Martial arts application: The expert martial artist has truly internalised the physical, mental and spiritual aspects of their art so that they are completely in tune, allowing effortless and free-flowing movements together with a tacit understanding of the higher ideals of martial arts and how to achieve them. He/she has an intuitive grasp of every attack/defence situation and knows instinctively how to deal with them. He/she has moved to a position of calmness, truth and peace. (Probably applies to: only true masters)

As far as I know the Dreyfus model of skill acquisition has not been applied to martial arts before but has been applied to other sports, notably skiing and American football. My intention has only been to explore how this model may fit martial arts training and does not represent actual research into appropriate descriptors for each stage.

Where would I put myself in this model? For karate I think I am just entering the 'Competent' stage and expect to be there for a while. In kobudo I am definitely still a 'Novice'. Where do you think you are?

One thing to remember with any skill acquisition is that 'time expired' does not equate with 'experience'. Learning from experience is an active not passive process. One maxim we used to share with nurses was: 'You can have ten years experience (active learner) or one years experience repeated ten times (passive learner). Make your experience count.

Sources:
http://en.wikipedia.org/wiki/Dreyfus_model_of_skill_acquisition
http://www.sonoma.edu/users/n/nolan/n312/benner.htm

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9 comments:

Indomitable Spirit said...

Hi Sue

Despite working in an institution which teaches Nursing, I'm not actually familiar with the Drefus Model. Clearly I must go and talk to our nurses about it!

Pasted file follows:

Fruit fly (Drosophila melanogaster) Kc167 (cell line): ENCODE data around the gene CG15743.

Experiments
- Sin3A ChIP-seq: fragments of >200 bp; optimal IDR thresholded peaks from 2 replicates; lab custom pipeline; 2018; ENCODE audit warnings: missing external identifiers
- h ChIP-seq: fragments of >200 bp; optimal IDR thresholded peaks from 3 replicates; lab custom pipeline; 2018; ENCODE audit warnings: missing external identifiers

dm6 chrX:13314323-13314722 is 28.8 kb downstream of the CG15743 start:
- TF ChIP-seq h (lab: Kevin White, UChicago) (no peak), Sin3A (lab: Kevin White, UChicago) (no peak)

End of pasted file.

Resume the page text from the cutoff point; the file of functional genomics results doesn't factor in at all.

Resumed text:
It's certainly an interesting concept. I looked over the descriptors and your associated martial arts analyses and tried applying them to my own experiences of learning martial arts. On the whole, your analyses were pretty much borne out. That said, I think the 'boundaries' would be likely to become blurred, depending on a combination of the individual, the martial art and the instructor.

I do find it very interesting mapping on educational theory to learning martial arts. I am particularly interested in the impact of preferred learning styles, and also in the application of learning outcomes to martial arts curricula. The reason I've found the latter worthwhile is that I think it can help students see the various aspects of their grading syllabus as a coherent 'whole', rather than isolated techniques.

Thank you (again!) for an interesting concept.

bests

Avril

Anonymous said...

As far as ju-jutsu is concerned I dare say I’m proficient, with weapons I’m still a novice and when it comes to kickboxing (Filipino boxing mainly) I’m somewhere between an advanced beginner and basic competence. As Avril remarked there aren’t really set boundaries and I find my skill-level fluctuating from training to training (not a lot but still) depending on minor factors like how well I slept the previous night, my uke and the general mood I’m in. Even over-eating or a night out has an impact on performance but on the whole skill remains with you and won’t really decrease dramatically, that’s if you keep training. Once I stopped training for a year or so and boy did I regret it: not only did my general fitness and well-being decline, when I came back I felt like a beginner all over again (especially with the locks since it requires fine tactile skills) although competence returned fairly quickly. When it comes to martial-arts I guess you don’t really lose what you’ve learned (the reason why people who quit martial-arts are still able to defend themselves years later, especially if they were of higher rank), you just get rusty and you need a reminder and a kick in the butt to get you going again.